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Chapter 17. Workflow > Step 2—Initial Rough Crop & Straighten

Step 2—Initial Rough Crop & Straighten

The first thing I do after opening an image is to crop, rotate and straighten it. If the image was captured sideways, I'll rotate it while viewing the thumbnail image in Bridge since it has Rotate Right and Rotate Left icons that make rotation a breeze. Once the image is sitting upright in Photoshop, I'll make sure that any horizontal or vertical lines are perfectly level. To accomplish that, I click and hold on the Eyedropper tool in the Tools palette and choose the Measure tool (which looks like a ruler). With that tool active, I'll click and drag across any straight edge that should be perfectly horizontal or vertical (like a horizon or the side of a building) and then choose Image > Rotate Canvas > Arbitrary and use the default setting (which will be based on the angle of the line you drew with the Measure tool) (Figures 17.12 and 17.13). Next, I'll do an initial crop to discard any areas that I'm sure I won't need in the final image. Everything at this stage of the workflow was done for the following reasons:

  • There is no need to retouch or adjust areas that will not appear in your final image, so it's best to get rid of those areas now so you don't waste time making them look their best.

    At this stage, the idea is to get rid of elements that you are absolutely sure you don't need. At a later stage, I perform a more precise crop.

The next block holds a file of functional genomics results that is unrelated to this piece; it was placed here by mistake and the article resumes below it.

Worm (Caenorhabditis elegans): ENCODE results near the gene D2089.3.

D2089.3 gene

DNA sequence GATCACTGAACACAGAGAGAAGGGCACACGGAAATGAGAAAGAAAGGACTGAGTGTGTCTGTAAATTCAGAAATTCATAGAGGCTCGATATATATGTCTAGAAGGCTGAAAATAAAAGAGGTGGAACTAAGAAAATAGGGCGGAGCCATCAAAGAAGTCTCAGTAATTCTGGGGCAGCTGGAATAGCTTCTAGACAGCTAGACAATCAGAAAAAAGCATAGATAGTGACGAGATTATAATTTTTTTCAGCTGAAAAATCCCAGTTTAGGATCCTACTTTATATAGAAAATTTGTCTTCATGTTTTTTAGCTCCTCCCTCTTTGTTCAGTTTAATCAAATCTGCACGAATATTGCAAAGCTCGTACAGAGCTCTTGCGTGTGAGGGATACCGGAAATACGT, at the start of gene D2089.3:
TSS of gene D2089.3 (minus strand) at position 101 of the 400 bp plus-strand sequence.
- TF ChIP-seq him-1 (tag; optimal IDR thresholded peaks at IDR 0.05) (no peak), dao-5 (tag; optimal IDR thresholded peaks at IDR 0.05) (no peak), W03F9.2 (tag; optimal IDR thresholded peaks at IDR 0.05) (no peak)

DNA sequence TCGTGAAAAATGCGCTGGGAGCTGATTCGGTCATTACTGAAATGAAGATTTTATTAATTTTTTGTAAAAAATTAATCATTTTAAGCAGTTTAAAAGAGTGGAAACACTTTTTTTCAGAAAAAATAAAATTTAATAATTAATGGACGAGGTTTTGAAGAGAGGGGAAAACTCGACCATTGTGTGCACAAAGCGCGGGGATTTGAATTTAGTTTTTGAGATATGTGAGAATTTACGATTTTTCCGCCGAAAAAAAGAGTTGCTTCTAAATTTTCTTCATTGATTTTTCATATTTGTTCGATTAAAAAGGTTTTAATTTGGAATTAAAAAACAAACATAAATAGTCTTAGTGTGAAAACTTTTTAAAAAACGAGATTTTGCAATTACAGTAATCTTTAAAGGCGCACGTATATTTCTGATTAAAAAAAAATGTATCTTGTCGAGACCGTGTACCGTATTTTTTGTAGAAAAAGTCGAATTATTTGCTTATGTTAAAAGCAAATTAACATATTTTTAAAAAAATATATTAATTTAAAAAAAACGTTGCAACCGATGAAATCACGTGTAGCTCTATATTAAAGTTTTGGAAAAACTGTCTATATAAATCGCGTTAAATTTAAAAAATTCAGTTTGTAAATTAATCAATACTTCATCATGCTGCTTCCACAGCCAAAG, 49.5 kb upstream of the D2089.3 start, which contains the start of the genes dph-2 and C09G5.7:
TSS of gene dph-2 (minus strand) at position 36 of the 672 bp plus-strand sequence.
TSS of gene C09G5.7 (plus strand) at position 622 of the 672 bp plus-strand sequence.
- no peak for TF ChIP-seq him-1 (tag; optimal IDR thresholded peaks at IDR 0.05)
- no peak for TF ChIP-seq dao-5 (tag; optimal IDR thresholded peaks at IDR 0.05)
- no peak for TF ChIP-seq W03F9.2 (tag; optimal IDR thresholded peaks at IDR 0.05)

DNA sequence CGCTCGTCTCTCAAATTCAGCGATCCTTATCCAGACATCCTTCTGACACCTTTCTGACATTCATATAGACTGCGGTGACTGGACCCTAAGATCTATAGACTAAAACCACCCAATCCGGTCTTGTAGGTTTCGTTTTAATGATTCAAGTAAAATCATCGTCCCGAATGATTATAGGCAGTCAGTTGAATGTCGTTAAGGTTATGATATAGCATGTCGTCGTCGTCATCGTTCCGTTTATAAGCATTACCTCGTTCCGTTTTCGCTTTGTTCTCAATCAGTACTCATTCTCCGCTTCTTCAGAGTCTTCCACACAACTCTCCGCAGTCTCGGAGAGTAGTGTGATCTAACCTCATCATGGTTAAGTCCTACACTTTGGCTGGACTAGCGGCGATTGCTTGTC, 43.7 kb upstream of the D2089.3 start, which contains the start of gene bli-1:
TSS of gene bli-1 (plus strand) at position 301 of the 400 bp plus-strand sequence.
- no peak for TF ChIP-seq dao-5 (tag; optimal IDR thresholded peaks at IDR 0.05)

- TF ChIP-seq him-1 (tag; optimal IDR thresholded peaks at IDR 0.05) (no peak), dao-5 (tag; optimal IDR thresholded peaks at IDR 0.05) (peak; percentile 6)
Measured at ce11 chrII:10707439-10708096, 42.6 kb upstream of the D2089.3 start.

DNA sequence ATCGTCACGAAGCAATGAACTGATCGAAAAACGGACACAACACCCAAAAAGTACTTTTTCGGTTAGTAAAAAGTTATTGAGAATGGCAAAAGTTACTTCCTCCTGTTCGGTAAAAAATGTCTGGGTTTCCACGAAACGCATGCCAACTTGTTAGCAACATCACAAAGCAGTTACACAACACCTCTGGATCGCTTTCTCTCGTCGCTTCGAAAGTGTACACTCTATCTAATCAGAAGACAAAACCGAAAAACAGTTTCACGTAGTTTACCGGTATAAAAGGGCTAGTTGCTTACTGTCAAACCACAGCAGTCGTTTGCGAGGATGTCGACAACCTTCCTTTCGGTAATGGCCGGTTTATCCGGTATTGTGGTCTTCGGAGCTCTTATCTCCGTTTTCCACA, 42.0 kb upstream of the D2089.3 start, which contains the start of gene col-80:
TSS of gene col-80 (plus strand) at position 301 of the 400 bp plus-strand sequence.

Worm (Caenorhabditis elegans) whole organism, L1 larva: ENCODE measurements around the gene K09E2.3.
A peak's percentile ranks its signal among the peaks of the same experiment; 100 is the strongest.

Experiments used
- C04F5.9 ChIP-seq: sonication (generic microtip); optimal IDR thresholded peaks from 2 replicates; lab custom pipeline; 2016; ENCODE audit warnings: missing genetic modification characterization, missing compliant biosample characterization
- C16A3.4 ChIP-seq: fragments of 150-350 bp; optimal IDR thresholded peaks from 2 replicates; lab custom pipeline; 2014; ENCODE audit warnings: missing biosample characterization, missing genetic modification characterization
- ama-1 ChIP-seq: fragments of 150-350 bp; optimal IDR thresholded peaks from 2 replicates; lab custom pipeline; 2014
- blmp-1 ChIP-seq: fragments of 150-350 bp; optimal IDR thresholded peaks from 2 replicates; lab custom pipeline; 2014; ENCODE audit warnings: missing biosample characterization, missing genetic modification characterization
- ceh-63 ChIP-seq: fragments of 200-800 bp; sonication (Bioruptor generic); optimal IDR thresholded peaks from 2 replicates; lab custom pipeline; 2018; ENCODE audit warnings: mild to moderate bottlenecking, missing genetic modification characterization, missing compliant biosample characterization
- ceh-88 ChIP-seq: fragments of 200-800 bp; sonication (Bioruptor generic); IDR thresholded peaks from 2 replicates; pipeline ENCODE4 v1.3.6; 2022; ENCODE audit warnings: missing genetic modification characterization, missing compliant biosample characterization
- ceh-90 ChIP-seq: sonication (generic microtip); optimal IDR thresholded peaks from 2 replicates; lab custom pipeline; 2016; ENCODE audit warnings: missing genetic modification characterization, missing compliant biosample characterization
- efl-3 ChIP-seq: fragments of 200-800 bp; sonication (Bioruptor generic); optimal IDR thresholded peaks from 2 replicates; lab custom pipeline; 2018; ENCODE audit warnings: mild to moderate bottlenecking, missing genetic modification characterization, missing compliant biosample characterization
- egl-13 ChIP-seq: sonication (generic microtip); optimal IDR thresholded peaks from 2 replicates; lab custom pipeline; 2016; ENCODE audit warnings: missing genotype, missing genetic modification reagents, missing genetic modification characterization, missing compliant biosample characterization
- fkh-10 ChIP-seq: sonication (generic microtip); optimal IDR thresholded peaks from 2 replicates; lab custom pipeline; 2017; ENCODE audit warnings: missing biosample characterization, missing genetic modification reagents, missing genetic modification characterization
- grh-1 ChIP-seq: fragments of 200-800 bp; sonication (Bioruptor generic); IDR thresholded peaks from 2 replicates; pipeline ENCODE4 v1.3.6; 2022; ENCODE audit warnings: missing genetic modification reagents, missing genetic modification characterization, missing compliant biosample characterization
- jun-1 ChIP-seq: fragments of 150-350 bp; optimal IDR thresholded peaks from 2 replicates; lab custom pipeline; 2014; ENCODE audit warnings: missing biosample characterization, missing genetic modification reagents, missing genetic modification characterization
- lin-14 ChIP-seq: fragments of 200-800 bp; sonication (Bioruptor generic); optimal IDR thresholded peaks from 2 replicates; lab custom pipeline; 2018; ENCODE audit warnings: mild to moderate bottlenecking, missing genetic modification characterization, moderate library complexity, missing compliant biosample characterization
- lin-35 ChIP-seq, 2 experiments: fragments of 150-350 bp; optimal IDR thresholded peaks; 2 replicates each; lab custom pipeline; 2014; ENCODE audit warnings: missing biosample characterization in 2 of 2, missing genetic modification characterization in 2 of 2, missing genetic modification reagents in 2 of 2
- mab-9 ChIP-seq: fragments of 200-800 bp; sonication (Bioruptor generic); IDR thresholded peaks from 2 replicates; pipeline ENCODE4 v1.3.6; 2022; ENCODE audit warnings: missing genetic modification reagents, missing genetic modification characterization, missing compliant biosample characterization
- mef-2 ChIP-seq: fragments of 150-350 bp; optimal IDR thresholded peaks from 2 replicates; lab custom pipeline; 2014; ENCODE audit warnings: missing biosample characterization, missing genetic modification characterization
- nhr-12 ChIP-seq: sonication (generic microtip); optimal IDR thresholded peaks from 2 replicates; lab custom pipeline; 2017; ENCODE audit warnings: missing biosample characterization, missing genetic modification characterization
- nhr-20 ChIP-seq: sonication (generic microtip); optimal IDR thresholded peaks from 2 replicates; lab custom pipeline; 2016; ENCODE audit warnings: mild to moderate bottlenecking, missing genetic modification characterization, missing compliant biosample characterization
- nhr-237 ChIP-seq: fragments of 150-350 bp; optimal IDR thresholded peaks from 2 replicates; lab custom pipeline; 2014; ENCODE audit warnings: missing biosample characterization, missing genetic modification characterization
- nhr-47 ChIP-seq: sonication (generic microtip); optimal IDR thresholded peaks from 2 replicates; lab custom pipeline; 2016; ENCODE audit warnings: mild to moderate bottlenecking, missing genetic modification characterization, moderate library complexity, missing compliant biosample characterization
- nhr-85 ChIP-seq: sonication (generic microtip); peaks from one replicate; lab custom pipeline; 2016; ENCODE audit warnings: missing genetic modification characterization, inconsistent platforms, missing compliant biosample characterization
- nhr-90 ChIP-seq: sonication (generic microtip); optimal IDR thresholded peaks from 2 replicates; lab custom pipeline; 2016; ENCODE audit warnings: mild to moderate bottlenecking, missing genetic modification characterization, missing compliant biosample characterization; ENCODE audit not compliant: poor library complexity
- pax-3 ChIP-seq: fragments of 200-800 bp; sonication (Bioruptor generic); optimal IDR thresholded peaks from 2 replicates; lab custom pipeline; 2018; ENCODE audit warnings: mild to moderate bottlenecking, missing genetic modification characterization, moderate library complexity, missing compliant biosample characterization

This is also the stage at which you can attempt to correct distortion in the image by applying the Lens Correction filter. Just make sure you duplicate the original image layer first so you're never stuck with the end result of your lens correction.

  • It's ideal to have a straight image before text and other elements are added because straightening the image later might make those elements crooked, unless you're particularly careful with the methods you use.

  • Color correction and other techniques optimize the contrast of an image by making the brightest area of the image close to white and the darkest area close to black. If the image is optimized before it is cropped, areas that might be discarded (through later cropping) will influence how much contrast is added to the whole image, even though they won't be seen in the end result. It's also important to remove any black or white borders from your image if you plan to apply any automated color correction or contrast adjustments since they can also throw off your results.

  • Cropping the image now will allow Photoshop to run faster since it will have less information to process, which is more noticeable when you're working with very large file sizes.



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